SR: It’s interesting hearing you talk about regulation there, you are someone I know who often speaks out about too much regulation not used in the right way so I just wondered, do you think the modern day Conservative party has strayed a bit far from its Thatcherite principles?

LIZ TRUSS: I think sometimes we can end up having quite a lot of micro regulation but that doesn’t mean to say we don’t need really tough regulation in areas like competition and areas like unfair practice, but sometimes having too much regulation can actually stop taking the big decisions that we need to take. So I am not against regulation in principal, what I am saying is that we have to be very, very careful that the regulation that is in place isn’t just benefitting the big players in the market and actually stopping people enter markets and a lot of small businesses across the country. What they say to me is we have to go through so many different government bodies, we have to get so many permissions, it’s actually really difficult for us to compete with big energy companies or the big mobile phone companies. So yes, we have to have regulation but you need to make sure it’s simple, you need to make sure it is transparent and you need to make sure it benefits the consumer and not those with vested interests already in the market.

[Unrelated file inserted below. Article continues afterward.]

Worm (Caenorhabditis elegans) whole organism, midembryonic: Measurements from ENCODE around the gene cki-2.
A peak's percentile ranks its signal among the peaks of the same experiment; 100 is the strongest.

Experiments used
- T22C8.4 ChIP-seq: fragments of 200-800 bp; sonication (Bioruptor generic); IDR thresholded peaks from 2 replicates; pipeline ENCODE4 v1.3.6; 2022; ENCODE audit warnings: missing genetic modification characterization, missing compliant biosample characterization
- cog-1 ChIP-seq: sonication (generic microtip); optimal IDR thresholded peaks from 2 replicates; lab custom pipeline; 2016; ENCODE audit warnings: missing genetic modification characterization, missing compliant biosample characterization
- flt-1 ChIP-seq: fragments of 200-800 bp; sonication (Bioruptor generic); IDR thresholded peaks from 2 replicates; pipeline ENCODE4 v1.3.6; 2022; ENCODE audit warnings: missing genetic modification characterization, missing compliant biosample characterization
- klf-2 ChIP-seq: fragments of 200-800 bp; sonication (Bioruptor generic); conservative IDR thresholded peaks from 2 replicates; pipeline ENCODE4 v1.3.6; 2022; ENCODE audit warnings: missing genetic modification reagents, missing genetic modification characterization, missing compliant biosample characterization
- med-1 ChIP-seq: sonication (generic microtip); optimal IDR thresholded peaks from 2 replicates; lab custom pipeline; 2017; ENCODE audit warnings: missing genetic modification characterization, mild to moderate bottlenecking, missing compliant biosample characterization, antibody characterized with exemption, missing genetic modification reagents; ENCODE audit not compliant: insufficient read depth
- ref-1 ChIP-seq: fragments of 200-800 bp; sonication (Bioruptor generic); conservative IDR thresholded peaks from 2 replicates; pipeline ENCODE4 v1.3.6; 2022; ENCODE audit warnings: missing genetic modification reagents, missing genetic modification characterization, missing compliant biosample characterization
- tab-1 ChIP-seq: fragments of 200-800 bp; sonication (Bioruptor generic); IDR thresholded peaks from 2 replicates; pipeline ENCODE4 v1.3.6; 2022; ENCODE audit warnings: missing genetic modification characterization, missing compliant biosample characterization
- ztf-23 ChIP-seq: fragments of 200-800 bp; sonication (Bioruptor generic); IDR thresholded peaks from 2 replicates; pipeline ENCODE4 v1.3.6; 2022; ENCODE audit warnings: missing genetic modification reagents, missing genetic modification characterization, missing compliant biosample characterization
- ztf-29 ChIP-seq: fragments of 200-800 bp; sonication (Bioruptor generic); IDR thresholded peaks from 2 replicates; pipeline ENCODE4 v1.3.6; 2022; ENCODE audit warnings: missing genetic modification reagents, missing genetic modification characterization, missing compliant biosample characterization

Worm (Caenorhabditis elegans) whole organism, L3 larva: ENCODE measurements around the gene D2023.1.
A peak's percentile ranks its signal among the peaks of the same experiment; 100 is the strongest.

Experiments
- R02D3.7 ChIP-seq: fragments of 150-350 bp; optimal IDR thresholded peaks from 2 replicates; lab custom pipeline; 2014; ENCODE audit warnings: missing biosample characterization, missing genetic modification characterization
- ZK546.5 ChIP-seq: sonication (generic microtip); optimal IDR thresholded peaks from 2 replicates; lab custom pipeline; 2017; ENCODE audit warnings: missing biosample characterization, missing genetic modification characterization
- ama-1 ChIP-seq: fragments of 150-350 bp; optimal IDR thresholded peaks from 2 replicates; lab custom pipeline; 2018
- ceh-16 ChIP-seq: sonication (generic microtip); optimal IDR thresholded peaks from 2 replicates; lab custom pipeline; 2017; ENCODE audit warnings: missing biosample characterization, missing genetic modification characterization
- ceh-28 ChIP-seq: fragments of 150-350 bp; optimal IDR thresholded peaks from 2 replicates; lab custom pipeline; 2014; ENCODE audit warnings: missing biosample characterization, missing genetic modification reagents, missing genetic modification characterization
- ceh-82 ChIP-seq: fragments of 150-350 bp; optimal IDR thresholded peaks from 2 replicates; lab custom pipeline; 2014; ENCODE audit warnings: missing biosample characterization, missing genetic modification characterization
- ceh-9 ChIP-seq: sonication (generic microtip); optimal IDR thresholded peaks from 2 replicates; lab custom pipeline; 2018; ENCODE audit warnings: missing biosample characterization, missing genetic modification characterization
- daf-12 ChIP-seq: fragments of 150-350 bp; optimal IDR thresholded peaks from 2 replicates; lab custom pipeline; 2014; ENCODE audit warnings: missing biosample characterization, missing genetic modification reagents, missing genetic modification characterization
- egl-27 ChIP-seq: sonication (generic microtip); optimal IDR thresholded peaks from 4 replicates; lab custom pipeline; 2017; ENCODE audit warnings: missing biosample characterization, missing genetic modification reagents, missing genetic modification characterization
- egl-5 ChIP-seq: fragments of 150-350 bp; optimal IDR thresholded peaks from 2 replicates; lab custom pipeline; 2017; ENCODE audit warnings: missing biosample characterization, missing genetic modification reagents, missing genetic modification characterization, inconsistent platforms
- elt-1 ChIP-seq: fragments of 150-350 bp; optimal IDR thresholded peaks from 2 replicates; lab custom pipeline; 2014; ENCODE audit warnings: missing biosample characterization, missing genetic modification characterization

SR: I am being told we are out of time but there is just one more question that I want to ask you so I’m going to squeeze it in anyway. You gave a speech on Monday where you talked about women and so I just want to take a quick look at what you did say about women: “We are brought up to be compliant, to behave yourself. Well I say no to that, I think we need to be disruptive.” Are you disruptive, what’s the most disruptive thing you’ve done? Other than collaring Christopher Chope in the Commons.